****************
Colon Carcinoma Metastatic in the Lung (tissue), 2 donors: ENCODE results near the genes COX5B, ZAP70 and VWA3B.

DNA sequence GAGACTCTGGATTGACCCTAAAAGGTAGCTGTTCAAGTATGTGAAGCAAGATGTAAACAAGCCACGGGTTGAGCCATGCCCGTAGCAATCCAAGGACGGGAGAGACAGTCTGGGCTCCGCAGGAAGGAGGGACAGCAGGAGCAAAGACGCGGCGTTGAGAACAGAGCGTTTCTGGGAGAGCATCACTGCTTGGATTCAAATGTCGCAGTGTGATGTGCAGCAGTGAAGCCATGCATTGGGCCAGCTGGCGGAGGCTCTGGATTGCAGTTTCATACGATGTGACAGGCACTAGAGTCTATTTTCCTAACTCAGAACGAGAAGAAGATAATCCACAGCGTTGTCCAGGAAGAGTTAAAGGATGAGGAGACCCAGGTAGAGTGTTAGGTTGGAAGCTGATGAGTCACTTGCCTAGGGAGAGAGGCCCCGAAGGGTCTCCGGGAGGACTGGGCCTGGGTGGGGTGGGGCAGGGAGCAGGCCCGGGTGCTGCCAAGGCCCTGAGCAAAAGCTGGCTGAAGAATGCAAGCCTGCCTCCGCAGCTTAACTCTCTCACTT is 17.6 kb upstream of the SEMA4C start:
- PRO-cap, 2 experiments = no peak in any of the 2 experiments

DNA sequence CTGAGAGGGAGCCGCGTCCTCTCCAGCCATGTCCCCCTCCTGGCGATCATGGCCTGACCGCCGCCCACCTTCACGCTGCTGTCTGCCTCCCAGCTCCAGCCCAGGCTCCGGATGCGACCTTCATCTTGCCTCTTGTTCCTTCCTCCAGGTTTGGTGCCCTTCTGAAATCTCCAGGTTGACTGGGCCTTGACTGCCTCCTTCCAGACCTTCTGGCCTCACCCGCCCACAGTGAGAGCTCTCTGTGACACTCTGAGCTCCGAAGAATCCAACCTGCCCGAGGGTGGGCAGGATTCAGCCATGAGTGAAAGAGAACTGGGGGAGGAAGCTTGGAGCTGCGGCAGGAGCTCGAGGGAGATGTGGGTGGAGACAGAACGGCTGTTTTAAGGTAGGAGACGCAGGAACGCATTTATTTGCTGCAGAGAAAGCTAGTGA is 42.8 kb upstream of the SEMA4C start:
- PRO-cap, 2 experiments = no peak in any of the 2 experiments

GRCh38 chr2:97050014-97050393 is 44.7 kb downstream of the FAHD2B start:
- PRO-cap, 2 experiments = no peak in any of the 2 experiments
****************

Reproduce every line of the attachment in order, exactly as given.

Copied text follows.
Colon Carcinoma Metastatic in the Lung (tissue), 2 donors: ENCODE results near the genes COX5B, ZAP70 and VWA3B.

DNA sequence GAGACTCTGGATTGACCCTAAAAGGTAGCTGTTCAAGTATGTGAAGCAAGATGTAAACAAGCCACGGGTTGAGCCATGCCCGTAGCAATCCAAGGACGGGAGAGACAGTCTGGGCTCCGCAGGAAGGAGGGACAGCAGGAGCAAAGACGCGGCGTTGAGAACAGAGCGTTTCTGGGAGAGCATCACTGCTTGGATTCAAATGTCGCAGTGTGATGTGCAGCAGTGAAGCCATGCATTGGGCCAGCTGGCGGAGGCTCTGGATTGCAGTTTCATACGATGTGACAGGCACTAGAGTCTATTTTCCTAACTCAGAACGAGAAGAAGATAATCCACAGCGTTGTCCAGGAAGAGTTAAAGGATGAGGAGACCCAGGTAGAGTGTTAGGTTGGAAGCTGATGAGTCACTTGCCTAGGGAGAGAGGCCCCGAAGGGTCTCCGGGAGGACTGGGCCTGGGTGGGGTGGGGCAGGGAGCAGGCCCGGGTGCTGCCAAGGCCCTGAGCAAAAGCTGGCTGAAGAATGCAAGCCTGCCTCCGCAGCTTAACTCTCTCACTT is 17.6 kb upstream of the SEMA4C start:
- PRO-cap, 2 experiments = no peak in any of the 2 experiments

DNA sequence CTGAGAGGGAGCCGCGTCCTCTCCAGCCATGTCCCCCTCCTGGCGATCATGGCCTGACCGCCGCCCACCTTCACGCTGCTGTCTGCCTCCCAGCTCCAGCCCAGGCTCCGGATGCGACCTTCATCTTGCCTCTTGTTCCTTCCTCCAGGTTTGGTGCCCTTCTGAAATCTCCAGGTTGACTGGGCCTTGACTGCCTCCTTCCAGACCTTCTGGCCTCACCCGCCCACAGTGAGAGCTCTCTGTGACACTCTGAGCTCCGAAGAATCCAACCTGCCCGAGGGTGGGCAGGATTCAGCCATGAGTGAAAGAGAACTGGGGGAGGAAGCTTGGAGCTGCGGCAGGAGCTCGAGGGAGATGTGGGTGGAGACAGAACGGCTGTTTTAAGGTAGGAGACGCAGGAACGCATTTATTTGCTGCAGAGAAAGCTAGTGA is 42.8 kb upstream of the SEMA4C start:
- PRO-cap, 2 experiments = no peak in any of the 2 experiments

GRCh38 chr2:97050014-97050393 is 44.7 kb downstream of the FAHD2B start:
- PRO-cap, 2 experiments = no peak in any of the 2 experiments